How long has your chapter been in your city/town? How has your work with chapters looked like over that time frame? 

We’ve been unofficially around for a year and officially around for 9 months. As a chapter, we’ve been working on a lot of things. 

Our main focus is the #FreeTheVote campaign, where we have focused on giving political education around voting rights for currently and formerly incarcerated people and hosting mass letter writing events. We hope to perform more direct actions around the jail/related officials’ houses to bring public attention to the issue as well. We’ve also collaborated a few times with the Atlanta chapter for political education and hope to work together on new member orientation & statewide campaigns.

How many active member leaders does your chapter have?


What are your specific demands for your Free from Fear campaign? 

Our chapter has focused on particularly the #FreeTheVote campaign, in which we’re demanding that everyone in jail and pre-trial detention gets to vote via an absentee ballot. We’re also pushing to end cash bail, pre-trial detention, release vulnerable folks from jail during the pandemic, and to completely stop jail admittance rates at this time. We are also in a unique position where Columbus is situated next to two of the largest ICE detention centers in the state of Georgia. We are working to make the public aware of this fact and targeting the local airport commissioners, who have a contract with ICE to make money off of deportations.

Who are your targets?

Our targets are the warden, the sheriff, city council members, local airport commissioners, and explicitly anti-Trump folks who need a political home and are people we want to base-build with. 

What wins or successes has your chapter had? (ex. policy wins, actions, workshops/events, etc)

We’ve successfully raised 3k for our first rapid response bail fund, created to protect Black protectors who are detained during recent uprisings against police brutality. Attended two city-wide protests where we handed out over a hundred flyers about our organization and bail fund.

We’ve gained a lot of experience in direct actions recently. We attended a training by the BlackOUT Collective and also performed two direct actions, one was for #StrikeForBlackLives and another was to show that our city was still racially divided despite support for BLM protests. We were able to clearly plan out roles and were able to calmly engage with police when they tried to intervene.

We hosted SONG’s statewide organizing school back in November 2019.

We helped out with facilitating SONG’s first episode of the Squad Up Skill Up Slay: Street Fighter Series, which was called Community Organizing 101.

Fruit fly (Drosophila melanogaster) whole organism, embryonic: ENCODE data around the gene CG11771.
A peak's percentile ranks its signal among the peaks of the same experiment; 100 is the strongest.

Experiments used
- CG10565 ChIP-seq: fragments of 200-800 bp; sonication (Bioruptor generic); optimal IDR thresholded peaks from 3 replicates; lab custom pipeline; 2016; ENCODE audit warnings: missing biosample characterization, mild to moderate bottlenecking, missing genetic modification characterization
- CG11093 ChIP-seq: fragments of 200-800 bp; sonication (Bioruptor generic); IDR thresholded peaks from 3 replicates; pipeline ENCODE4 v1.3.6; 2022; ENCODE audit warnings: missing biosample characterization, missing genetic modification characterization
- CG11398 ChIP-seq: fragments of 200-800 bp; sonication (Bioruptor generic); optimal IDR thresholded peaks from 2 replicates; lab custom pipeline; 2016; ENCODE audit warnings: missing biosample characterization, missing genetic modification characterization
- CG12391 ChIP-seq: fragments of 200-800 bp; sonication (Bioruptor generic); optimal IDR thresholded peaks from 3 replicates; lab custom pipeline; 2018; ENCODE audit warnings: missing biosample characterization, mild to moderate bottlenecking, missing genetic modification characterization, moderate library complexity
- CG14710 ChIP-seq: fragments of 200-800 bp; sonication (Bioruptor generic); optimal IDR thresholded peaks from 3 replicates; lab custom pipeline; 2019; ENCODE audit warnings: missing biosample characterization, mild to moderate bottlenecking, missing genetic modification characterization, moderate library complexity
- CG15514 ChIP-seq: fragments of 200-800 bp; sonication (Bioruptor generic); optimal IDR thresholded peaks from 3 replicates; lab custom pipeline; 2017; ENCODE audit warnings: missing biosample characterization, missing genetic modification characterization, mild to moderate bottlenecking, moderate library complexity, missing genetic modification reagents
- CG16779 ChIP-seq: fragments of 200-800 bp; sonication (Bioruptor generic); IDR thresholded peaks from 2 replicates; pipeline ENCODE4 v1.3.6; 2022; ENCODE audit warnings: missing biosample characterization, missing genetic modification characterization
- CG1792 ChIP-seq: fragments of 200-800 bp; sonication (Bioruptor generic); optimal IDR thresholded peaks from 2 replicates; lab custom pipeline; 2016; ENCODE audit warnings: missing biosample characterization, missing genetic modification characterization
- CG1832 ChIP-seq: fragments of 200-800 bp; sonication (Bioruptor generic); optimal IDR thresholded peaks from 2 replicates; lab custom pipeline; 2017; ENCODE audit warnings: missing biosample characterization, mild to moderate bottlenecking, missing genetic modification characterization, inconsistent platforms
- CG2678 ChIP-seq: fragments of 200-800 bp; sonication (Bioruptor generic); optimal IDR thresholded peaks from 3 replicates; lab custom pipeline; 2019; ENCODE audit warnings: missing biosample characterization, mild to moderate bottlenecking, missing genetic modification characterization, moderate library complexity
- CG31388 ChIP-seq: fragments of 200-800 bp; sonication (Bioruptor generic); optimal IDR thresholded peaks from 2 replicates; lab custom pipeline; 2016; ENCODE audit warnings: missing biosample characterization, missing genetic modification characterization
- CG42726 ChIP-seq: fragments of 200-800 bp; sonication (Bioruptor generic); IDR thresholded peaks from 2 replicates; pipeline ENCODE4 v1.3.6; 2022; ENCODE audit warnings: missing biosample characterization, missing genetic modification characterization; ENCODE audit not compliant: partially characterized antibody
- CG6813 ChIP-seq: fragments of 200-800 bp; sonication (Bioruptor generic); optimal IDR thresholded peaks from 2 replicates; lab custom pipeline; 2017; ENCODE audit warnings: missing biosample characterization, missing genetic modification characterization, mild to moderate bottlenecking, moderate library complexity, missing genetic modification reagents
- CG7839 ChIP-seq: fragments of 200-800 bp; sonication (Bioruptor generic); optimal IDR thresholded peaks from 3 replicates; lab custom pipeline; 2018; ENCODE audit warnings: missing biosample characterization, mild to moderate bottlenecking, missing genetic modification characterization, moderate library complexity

We helped out a fellow comrade/member of our chapter feed his family one night through mutual aid.

We attended an event hosted by a local Black organization to help people to register to vote and build connections there.

We attended a city council meeting where our members spoke out in support of a citizens review board with subpoena powers. 

One of our members has worked with a veteran organization to help collect and redistribute food.

Built business partnerships (a printing shop, visual arts organization, local restaurant) with local Black-owned places that we would collaborate with. 

We’ve successfully hosted an Alternative World Building event with the Atlanta chapter, where we connected abolitionist and mutual aid concepts to visionary fiction. People felt inspired and reinvigorated in their line of work after attending.

We’ve written over 50 letters to our local jail and gotten a few responses (written letters and phone calls) back. We’ve got a response from one person who got purged from the state voter database and indicated that he was interested in registering to vote again.

What does political education work look like for your chapter?

Most of our political education so far has been teaching currently and formerly incarcerated folks about their voting rights and introducing the local community to the concept of abolition. Hopefully we can expand to talking about participatory defense and the nearby ICE detention centers.

What does arts & culture work look like for your chapter?

Arts & Culture work includes gathering together to design and paint signs for the recent actions we mentioned before; planning to design t-shirts for the group and teaching us how to screen print; attending and inviting others to attend a queer virtual dance gayla and queer-led/queer-friendly bachata classes; turtle stalking in the park and other outdoor fun. We have also had discussions around projector actions, banner drops, and other artivism tactics, as well as future cooking and gardening skill shares.

What to join the Columbus Chapter?

Contact the Columbus Organizing fellow, Connie Tran, and follow SONG Columbus on Instagram and Facebook.

Phone number: (706) 431-5428